• Ripley’s Mountain Coaster (One ride)
  • Ripley’s Super Fun Park (One hour unlimited rides)
  • Old Mac Mini Golf
  • Davy Crocket Mini Golf

If you are interested in other attractions in the area, be sure to also check out our coupons page.

6. People watch

This isn’t something I’d advise for families because kids haven’t developed the necessary filters to covertly people-watch.

Plus, they’ll get bored and run into traffic.

But for the more seasoned among us, get a drink, maybe some popcorn, find a spot on a bench on the strip and watch the waves of humanity roll by.

I’m in my 40s. I’ve spent the better part of my life at various functions, amusing the hell out of myself with sarcastic comments, observations and general churlishness that I would never dare utter aloud.

Go watch some people.

But, a word of warning, keep your poker face on at all times. If you’ve got a particularly expressive mug, someone might catch on, and you don’t want that kind of trouble.

Elkmont Winery in Gatlinburg
The Elkmont Winery is a good spot for wine tasting in Gatlinburg (photo by Marie Graichen/

5. Sample moonshine and wine

Moonshine is a staple of East Tennessee culture, and the best part is, it’s quite affordable to partake in some sampling.

Moonshine tasting is about $5 in Gatlinburg, which will go toward a purchase in most places.

There are a few wineries that will offer free samples, but I still recommend tipping your servers.

Of course, the hard part will be leaving without buying your own weight in ‘shine or wine.

glades center in the arts and crafts community
The Arts and Crafts Community has locally-made food, jewelry, pottery and more (photo by Bill Burris/

4. Explore the Arts and Crafts Community

The Gatlinburg Arts and Crafts Community boasts more than 100 shops with regionally made items spread over the 8-mile loop.

This is where you can buy anything from art like paintings and sculptures to candy, pottery, rugs, tapestries, leatherworks, jewelry and more.

Plus, there’s plenty of free parking and it’s not too far from downtown Gatlinburg.

cabin in cades cove
Explore some historic cabins in Cades Cove (photo by Morgan Overholt/

3. Plan a day in Cades Cove

Cades Cove is another popular “loop” in the region.

In fact, it’s one of the most popular destinations in the national park. It’s a great way to visit the park, and you don’t really even have to get out of your car.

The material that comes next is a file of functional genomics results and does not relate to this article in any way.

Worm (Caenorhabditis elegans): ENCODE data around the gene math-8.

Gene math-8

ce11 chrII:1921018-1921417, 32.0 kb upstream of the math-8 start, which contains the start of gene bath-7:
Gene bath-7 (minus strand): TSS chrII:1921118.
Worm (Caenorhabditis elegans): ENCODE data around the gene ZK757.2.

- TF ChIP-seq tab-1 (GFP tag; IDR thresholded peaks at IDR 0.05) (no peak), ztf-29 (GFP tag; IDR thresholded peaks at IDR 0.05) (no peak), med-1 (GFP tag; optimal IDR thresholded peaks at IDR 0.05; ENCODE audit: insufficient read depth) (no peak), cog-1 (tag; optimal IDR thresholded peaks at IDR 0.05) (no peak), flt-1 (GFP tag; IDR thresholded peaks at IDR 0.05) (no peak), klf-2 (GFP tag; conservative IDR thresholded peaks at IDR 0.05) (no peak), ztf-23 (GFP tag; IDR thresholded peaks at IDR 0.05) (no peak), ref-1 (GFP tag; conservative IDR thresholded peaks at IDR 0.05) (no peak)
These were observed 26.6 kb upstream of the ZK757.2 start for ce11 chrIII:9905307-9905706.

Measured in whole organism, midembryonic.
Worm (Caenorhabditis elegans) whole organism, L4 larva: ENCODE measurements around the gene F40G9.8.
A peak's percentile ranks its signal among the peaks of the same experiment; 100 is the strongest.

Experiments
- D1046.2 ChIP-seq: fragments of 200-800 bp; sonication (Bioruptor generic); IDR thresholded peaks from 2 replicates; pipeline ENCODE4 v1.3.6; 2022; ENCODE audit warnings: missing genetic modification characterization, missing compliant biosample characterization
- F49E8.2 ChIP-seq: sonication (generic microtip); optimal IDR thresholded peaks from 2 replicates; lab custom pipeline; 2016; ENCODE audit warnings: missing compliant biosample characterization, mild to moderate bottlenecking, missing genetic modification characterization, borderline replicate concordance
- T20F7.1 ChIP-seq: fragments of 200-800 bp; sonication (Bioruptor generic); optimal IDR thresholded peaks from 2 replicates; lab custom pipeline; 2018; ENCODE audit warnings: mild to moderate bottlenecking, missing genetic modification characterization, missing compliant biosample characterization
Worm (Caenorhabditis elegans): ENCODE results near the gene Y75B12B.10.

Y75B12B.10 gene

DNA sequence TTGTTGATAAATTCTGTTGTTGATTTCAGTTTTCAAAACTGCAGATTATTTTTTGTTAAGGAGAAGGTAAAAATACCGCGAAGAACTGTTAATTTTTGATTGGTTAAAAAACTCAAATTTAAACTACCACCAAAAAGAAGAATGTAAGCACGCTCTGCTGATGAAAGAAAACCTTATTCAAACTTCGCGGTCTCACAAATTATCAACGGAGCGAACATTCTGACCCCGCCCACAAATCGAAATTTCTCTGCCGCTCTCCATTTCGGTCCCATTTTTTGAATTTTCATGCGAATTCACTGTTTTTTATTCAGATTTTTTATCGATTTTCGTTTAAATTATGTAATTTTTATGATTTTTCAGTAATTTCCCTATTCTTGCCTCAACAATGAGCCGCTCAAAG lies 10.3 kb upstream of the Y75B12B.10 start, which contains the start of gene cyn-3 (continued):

So why is it so popular? It’s where you can see wildlife like black bears, turkeys and deer. It has beautiful mountain views, trails, picnic areas and historic churches and cabins.

Read Also: Cades Cove Loop: 7 Tips Including How Long It Takes, Best Time To Go

bamboo forest
The Cherokee National Forest is in western North Carolina (photo by Wildnerdpix/

2. Plan a day in North Carolina

The North Carolina side of the mountains is commonly underrated. It’s arguably less crowded than its Tennessee counterpart, but just as scenic.

In North Carolina, you can visit The Oconaluftee Visitor Center and Mountain Farm Museum, visit the Oconaluftee Islands Park or maybe see some elk.

group hikes along road to clingmans dome
A family hikes to Clingmans Dome (photo by Dr. Candi Overholt/

1. Go hiking in the Great Smoky Mountains National Park

Look, I shouldn’t have to tell you this one. One of the great natural wonders of the world is right there at your fingertips, get out and enjoy.

Hike. Fish. Explore.

Not sure where to start? Visit one of the area’s visitor centers for inspiration.

Our family used to ride through the park and pick a random roadside mountain peak. We’d park and see who could climb to the top fastest. Splash in the streams.

All of the stuff back in town is fun but the whole reason Gatlinburg exists as a destination is in the forests of that park.

We’ve written about dozens of places you can go and things you can do.

Find a picnic area; get some hot dogs and some charcoal and watermelon for dessert. You wouldn’t do any better or make any more memories if you were in the fanciest restaurant in town.

If you want to see the iconic spots, visit a place like Clingmans Dome, which is the highest point in the Smokies.

While the national park has no entrance fee, remember that you will need a valid parking tag. Still, it’s an affordable outing compared to 99.9% of the other attractions in the area.

Read Also: A Simple Guide to Smoky Mountain Parking Passes, Park it Forward

What are your tips for a budget-friendly Gatlinburg vacation? Let us know in the comments!

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John Gullion

John Gullion, Managing Editor at the Citizen Tribune, is a freelance contributor for LLC – the parent company of and